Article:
Inadvertent or improper disclosure is a problem. However this information is vital to nonprofit oversight at state and federal levels. Let’s not put our regulators in the dark. It’s in all our interest to have good oversight of this incredibly important sector of our economy and our democracy.

Hopefully Congress does not pass this bill, but if it does, President Obama should be prepared to veto it.




3 thoughts on “Dark Days: Blindfolding Nonprofit Regulators

  1. In a blog article entitled Dark Days: Blindfolding Nonprofit Regulators, Professor Phil Hackney commented that “The Ways and Means Committee voted Thursday in favor of a bill, H.R. 5053, that would seriously hamper the ability of the IRS to enforce charitable tax law and nonprofit tax law generally. It is a bad-no-good-bill . . . “

    H.R. 5053 is titled “Preventing IRS Abuse and Protecting Free Speech Act.”
    Well, Schedule B lists information about significant contributions, including amounts and contributors. The information is collected so that IRS (and to some extent the interested public) can monitor the organization for abuses.
    For private foundations, the entire schedule is available for public inspection. For public charities, amounts of contributions are available for public inspection but not names of contributors.

    For starters, IRS has erroneously released contributor information by mistake. This is unacceptable. Perhaps two forms are required. A names and addresses of substantial contributors Schedule B that is totally privileged information for public charities. And a Schedule B (1) that lists amounts of donations keyed to the names of substantial contributors. Perhaps IRS has fixed the problem(s) that led to erroneous disclosures. Erroneous public disclosure is the exception (still unacceptable) but not a full on disaster. So, throwing the baby out with the bathwater (always liked this macabre, Lemony Snicket -a series of unfortunate events – type phrase) is not the best solution.

    A second issue concerns whether IRS needs substantial donor information.
    IRS’ information returns collect information about potential excess benefit transactions for public charities through the Schedule L. And they collect information about potential self-dealing for private foundations through the Form 990-PF. But, the problem with these schedules is that they ask whether bad acts were committed. Perhaps the organization is reluctant to admit to a bad act (tongue in cheek) or does not realize it committed a bad act.
    That is where the Schedule B comes in handy. It lists individuals with whom the organization is more likely to engage in an abusive act of private benefit that might arise in a self-dealing or excess benefit transaction context. It also helps keep public charities honest by asking for specific names of substantial contributors so that the IRS, presumably, could check to ensure that the organization is entitled to keep its public charity status.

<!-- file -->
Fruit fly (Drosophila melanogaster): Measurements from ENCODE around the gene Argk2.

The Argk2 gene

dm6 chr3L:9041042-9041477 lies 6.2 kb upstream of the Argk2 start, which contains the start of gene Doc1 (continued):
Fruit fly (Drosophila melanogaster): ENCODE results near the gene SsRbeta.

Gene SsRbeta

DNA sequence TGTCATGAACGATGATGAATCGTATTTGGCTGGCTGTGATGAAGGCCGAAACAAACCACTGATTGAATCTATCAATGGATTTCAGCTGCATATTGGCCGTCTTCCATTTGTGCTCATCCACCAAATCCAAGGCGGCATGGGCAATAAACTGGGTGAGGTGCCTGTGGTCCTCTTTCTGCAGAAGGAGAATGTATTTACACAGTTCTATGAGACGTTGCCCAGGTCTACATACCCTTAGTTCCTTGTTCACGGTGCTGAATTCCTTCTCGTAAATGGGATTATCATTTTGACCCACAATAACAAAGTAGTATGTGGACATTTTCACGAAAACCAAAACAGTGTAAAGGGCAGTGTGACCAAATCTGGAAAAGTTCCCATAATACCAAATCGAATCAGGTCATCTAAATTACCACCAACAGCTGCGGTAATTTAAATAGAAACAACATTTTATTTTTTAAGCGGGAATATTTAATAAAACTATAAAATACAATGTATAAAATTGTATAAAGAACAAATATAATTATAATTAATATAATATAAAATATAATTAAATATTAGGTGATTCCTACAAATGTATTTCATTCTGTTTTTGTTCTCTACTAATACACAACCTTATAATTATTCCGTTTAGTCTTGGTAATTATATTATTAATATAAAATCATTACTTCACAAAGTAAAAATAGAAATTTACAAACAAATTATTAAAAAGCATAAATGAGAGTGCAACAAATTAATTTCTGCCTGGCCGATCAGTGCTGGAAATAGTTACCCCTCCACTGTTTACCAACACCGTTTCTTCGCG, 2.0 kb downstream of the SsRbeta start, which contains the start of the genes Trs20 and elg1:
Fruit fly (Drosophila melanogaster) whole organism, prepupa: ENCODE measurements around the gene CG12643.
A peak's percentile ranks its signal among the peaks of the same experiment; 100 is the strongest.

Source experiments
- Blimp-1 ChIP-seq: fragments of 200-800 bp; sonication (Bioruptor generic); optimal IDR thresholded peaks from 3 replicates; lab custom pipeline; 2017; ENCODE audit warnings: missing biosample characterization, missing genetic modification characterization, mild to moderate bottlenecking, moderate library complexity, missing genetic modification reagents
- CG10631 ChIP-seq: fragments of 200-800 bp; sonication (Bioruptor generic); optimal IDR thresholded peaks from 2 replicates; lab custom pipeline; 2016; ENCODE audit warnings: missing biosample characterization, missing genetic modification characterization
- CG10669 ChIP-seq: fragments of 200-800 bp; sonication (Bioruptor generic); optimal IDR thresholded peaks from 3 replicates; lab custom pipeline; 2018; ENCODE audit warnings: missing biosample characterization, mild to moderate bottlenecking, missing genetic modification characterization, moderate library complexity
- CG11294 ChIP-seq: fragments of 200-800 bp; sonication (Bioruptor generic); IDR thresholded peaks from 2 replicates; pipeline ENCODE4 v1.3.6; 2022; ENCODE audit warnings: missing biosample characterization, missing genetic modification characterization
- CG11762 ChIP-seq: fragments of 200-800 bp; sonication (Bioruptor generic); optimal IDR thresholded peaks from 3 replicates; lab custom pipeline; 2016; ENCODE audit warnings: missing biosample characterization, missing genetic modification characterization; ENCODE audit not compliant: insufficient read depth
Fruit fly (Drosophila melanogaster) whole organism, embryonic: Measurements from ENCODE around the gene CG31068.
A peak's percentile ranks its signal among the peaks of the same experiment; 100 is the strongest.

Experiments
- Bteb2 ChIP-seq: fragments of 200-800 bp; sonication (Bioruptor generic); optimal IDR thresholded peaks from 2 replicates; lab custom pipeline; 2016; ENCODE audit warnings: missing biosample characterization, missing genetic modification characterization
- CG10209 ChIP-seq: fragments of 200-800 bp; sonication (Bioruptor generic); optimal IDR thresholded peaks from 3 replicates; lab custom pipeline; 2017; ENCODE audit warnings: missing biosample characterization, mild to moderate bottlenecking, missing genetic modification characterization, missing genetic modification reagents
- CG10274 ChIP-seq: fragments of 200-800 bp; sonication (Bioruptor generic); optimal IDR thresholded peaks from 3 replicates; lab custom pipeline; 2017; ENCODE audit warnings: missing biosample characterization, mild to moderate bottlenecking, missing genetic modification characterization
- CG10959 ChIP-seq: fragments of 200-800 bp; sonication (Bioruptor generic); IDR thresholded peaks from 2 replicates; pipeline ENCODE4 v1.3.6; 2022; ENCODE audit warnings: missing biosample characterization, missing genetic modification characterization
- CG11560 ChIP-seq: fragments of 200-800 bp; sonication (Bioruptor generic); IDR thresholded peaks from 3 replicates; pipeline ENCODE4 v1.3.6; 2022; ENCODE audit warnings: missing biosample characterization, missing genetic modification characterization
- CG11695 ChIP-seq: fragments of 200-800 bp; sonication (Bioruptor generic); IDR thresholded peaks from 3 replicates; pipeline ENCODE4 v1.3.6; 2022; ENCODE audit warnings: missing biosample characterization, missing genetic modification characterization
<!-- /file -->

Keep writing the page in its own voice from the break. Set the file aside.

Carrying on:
These point are well made lots better by Phil Hackney in the blog that objects to eliminating Schedule B information than my poor attempts.

    I recall a feckless EO Examination Director who bravely trudged over to The Big House (main IRS at 1111 Constitution Ave., DC) to explain to IRS Commissioner Charles O. Rossotti why a newly designed Form 990 should be approved. She came back dragging and deflated. Apparently, Commissioner Rossotti tactfully (not) suggested that until EO could specifically explain how it was going to employ each and every line toward enforcement, hell would freeze over before he would sign off.

    So, the question is whether IRS or the states or the public use Schedule B information for tax law enforcement purposes. I would suggest that legitimate use of the Schedule B information would include enforcement of the federal tax laws by states and the public. I am not arguing for more disclosure of Schedule B information. I also realize that the beneficial consequence of forcing organizations to reveal substantial donor information is probably not measurable. That is, what bad acts were not committed because an organization had to reveal the names of substantial contributors?

    I do believe IRS has an obligation to justify the substantial contributor information it collects. That is, can the IRS point to enforcement action taken or assisted because Schedule B information was available?

    One last point. I had always hoped that IRS’ EO function would hire or contract with analysts who could utilize Form 990 and Form 990-PF information combined with other publicly available documents to develop algorithms that might assist enforcement. On bare bones budgets, that is likely a pipe dream.
    But, I also agree with Professor Hackney’s comment that just because IRS is unable to fully utilize its audit resources now due to budget constraints, it no reason to eliminate a useful tool.

    Marv Friedlander
    Chief, EO Technical (retired)

    Liked by 1 person